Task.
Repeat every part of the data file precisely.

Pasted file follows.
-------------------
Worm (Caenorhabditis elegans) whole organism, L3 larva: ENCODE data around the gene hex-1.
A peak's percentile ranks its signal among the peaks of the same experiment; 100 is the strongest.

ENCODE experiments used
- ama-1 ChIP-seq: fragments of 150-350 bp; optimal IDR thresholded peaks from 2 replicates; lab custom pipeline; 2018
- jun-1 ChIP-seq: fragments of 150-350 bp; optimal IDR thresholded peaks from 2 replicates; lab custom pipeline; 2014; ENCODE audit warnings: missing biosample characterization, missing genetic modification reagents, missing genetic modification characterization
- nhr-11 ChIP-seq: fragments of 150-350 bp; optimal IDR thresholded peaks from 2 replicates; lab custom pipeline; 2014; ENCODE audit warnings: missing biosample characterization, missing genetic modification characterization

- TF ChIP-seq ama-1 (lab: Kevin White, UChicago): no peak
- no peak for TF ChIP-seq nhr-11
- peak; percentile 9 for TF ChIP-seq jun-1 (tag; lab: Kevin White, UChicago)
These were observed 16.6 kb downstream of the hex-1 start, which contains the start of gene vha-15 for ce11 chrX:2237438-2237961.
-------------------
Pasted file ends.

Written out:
Worm (Caenorhabditis elegans) whole organism, L3 larva: ENCODE data around the gene hex-1.
A peak's percentile ranks its signal among the peaks of the same experiment; 100 is the strongest.

ENCODE experiments used
- ama-1 ChIP-seq: fragments of 150-350 bp; optimal IDR thresholded peaks from 2 replicates; lab custom pipeline; 2018
- jun-1 ChIP-seq: fragments of 150-350 bp; optimal IDR thresholded peaks from 2 replicates; lab custom pipeline; 2014; ENCODE audit warnings: missing biosample characterization, missing genetic modification reagents, missing genetic modification characterization
- nhr-11 ChIP-seq: fragments of 150-350 bp; optimal IDR thresholded peaks from 2 replicates; lab custom pipeline; 2014; ENCODE audit warnings: missing biosample characterization, missing genetic modification characterization

- TF ChIP-seq ama-1 (lab: Kevin White, UChicago): no peak
- no peak for TF ChIP-seq nhr-11
- peak; percentile 9 for TF ChIP-seq jun-1 (tag; lab: Kevin White, UChicago)
These were observed 16.6 kb downstream of the hex-1 start, which contains the start of gene vha-15 for ce11 chrX:2237438-2237961.